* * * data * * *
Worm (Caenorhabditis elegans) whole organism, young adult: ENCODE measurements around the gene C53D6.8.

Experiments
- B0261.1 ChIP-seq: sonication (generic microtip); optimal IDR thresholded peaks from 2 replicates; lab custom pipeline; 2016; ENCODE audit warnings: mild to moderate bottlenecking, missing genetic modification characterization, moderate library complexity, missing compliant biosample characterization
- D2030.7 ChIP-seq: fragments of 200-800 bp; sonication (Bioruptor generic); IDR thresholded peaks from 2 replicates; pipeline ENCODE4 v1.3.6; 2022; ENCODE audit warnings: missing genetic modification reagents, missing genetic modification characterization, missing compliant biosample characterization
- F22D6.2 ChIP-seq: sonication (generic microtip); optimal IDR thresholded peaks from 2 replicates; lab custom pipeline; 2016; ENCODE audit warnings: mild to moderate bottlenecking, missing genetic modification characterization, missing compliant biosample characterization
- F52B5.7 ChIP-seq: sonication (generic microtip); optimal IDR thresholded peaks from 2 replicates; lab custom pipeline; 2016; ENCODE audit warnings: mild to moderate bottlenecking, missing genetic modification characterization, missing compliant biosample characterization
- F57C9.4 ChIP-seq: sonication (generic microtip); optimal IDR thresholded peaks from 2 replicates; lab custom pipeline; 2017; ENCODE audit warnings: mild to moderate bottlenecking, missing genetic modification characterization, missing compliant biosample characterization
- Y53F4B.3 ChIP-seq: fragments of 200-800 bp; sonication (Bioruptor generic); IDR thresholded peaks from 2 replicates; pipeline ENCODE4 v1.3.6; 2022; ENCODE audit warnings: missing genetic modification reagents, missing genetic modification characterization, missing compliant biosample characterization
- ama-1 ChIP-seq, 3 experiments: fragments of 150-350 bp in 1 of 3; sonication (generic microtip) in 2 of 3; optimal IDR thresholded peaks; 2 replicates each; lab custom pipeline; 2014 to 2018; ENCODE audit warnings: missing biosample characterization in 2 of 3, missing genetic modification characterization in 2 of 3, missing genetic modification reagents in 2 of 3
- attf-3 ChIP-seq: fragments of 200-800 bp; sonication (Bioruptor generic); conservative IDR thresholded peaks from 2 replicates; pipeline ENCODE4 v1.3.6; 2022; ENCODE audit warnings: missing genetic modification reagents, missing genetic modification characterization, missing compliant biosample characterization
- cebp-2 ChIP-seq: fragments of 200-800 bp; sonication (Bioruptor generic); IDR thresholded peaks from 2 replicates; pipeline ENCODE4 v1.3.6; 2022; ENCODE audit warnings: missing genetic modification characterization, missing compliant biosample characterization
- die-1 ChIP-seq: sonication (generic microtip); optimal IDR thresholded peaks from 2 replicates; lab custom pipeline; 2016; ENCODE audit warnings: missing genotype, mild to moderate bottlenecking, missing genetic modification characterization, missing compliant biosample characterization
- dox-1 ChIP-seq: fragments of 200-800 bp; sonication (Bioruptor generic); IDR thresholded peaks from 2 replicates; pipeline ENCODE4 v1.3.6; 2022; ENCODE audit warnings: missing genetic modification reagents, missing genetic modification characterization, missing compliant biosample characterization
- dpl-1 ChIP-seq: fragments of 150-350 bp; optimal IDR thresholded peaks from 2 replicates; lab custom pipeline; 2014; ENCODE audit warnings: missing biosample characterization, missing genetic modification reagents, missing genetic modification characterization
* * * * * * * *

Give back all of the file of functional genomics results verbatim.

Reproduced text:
Worm (Caenorhabditis elegans) whole organism, young adult: ENCODE measurements around the gene C53D6.8.

Experiments
- B0261.1 ChIP-seq: sonication (generic microtip); optimal IDR thresholded peaks from 2 replicates; lab custom pipeline; 2016; ENCODE audit warnings: mild to moderate bottlenecking, missing genetic modification characterization, moderate library complexity, missing compliant biosample characterization
- D2030.7 ChIP-seq: fragments of 200-800 bp; sonication (Bioruptor generic); IDR thresholded peaks from 2 replicates; pipeline ENCODE4 v1.3.6; 2022; ENCODE audit warnings: missing genetic modification reagents, missing genetic modification characterization, missing compliant biosample characterization
- F22D6.2 ChIP-seq: sonication (generic microtip); optimal IDR thresholded peaks from 2 replicates; lab custom pipeline; 2016; ENCODE audit warnings: mild to moderate bottlenecking, missing genetic modification characterization, missing compliant biosample characterization
- F52B5.7 ChIP-seq: sonication (generic microtip); optimal IDR thresholded peaks from 2 replicates; lab custom pipeline; 2016; ENCODE audit warnings: mild to moderate bottlenecking, missing genetic modification characterization, missing compliant biosample characterization
- F57C9.4 ChIP-seq: sonication (generic microtip); optimal IDR thresholded peaks from 2 replicates; lab custom pipeline; 2017; ENCODE audit warnings: mild to moderate bottlenecking, missing genetic modification characterization, missing compliant biosample characterization
- Y53F4B.3 ChIP-seq: fragments of 200-800 bp; sonication (Bioruptor generic); IDR thresholded peaks from 2 replicates; pipeline ENCODE4 v1.3.6; 2022; ENCODE audit warnings: missing genetic modification reagents, missing genetic modification characterization, missing compliant biosample characterization
- ama-1 ChIP-seq, 3 experiments: fragments of 150-350 bp in 1 of 3; sonication (generic microtip) in 2 of 3; optimal IDR thresholded peaks; 2 replicates each; lab custom pipeline; 2014 to 2018; ENCODE audit warnings: missing biosample characterization in 2 of 3, missing genetic modification characterization in 2 of 3, missing genetic modification reagents in 2 of 3
- attf-3 ChIP-seq: fragments of 200-800 bp; sonication (Bioruptor generic); conservative IDR thresholded peaks from 2 replicates; pipeline ENCODE4 v1.3.6; 2022; ENCODE audit warnings: missing genetic modification reagents, missing genetic modification characterization, missing compliant biosample characterization
- cebp-2 ChIP-seq: fragments of 200-800 bp; sonication (Bioruptor generic); IDR thresholded peaks from 2 replicates; pipeline ENCODE4 v1.3.6; 2022; ENCODE audit warnings: missing genetic modification characterization, missing compliant biosample characterization
- die-1 ChIP-seq: sonication (generic microtip); optimal IDR thresholded peaks from 2 replicates; lab custom pipeline; 2016; ENCODE audit warnings: missing genotype, mild to moderate bottlenecking, missing genetic modification characterization, missing compliant biosample characterization
- dox-1 ChIP-seq: fragments of 200-800 bp; sonication (Bioruptor generic); IDR thresholded peaks from 2 replicates; pipeline ENCODE4 v1.3.6; 2022; ENCODE audit warnings: missing genetic modification reagents, missing genetic modification characterization, missing compliant biosample characterization
- dpl-1 ChIP-seq: fragments of 150-350 bp; optimal IDR thresholded peaks from 2 replicates; lab custom pipeline; 2014; ENCODE audit warnings: missing biosample characterization, missing genetic modification reagents, missing genetic modification characterization